The 1.5% decline in Q3 wasn't as deep as expected, but foreshadowed more trouble ahead. According to FactSet's latest figures, the Q4 drop was 4.1%.
And at the moment, rather than the 5% rebound in Q1 earnings forecast in October, FactSet sees a sharp decline of 8.5%. It will be the fourth consecutive quarter of declines in earnings growth, which easily qualifies it as an earnings recession (only two consecutive quarters are required to meet the definition).
Earnings growth is expected to decline again in Q2, with growth now not projected to return until Q3 (at 2.5%), a far cry from the 14.7% growth that was forecast for Q3 2016 last October.
Likewise, revenue is expected to shrink 1.1% in Q1 – also a fifth straight quarter of year-over-year declines.
Want more proof? How about this, straight from FactSet's April 1 "Earnings Insight" report: "Of the 121 companies that have issued EPS guidance for the first quarter, 94 have issued negative EPS guidance and 27 have issued positive EPS guidance."
That's 78% of the companies offering negative guidance, the second-highest since FactSet started tracking this statistic in 2006.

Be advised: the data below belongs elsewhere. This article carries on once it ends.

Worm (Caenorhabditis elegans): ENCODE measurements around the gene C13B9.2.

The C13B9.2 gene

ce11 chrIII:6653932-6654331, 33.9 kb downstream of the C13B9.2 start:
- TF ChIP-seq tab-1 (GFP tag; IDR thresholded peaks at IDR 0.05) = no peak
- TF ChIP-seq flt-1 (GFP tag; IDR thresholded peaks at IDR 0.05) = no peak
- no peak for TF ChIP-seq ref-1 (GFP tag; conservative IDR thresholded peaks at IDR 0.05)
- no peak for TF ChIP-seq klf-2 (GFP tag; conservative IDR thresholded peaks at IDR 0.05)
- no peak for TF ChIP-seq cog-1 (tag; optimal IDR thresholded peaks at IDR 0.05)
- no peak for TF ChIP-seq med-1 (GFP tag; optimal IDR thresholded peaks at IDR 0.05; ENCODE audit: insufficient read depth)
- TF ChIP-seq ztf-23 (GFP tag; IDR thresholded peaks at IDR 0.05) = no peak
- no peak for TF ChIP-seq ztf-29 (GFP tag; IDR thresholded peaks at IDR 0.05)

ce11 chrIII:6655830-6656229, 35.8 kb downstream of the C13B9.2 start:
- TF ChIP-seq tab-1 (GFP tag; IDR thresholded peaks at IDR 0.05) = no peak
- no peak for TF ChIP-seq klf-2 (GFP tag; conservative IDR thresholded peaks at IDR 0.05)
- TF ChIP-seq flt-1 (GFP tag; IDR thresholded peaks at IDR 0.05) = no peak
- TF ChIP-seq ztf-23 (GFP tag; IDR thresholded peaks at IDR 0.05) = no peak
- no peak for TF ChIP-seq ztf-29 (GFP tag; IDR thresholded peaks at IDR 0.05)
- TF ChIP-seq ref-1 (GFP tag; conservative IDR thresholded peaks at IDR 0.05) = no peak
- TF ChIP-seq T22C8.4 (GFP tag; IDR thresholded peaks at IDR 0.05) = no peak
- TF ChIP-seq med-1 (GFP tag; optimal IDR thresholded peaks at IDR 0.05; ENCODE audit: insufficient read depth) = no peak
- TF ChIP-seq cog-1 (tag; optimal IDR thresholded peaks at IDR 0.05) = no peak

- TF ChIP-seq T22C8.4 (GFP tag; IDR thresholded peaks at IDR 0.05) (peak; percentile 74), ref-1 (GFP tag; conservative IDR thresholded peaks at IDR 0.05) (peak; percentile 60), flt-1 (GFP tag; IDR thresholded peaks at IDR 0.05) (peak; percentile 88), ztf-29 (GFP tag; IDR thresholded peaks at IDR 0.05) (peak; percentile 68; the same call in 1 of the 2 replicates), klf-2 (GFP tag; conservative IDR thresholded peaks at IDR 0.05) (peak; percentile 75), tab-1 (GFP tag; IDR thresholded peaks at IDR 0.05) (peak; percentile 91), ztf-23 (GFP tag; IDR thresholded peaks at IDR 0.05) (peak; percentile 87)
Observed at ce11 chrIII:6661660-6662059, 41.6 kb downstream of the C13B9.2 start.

And you can't blame it all on energy. While energy has the worst outlook by far (the Q1 forecast is for a decline of 101.8%), only two sectors out of 10 have positive Q1 earnings estimates.
This Earnings Recession Is Broad-Based
The other sectors expected to have shrinking earnings in Q1 are materials (-22.1%), industrials (-8.9%), financials (-8.5%), information technology (-7.1%), consumer staples (-3.1%), and utilities (-0.8%). Technology and financials are the two biggest sectors in the S&P 500. The two growth sectors in Q1 will be telecom services (13.1%) and consumer discretionary (10.0%), according to the FactSet data.
But the troubles with earnings run even deeper. JPMorgan Chase & Co. (NYSE: JPM) economist Jesse Edgerton has analyzed earnings from small, private companies not in the S&P 500. He found that 40% of the reduction in profits since Q4 2014 were from non-energy companies.
"The fact that firms outside the energy sector have seen only flat earnings despite a tailwind from low energy prices suggests that other factors are holding back their performance," Edgerton told Fortune.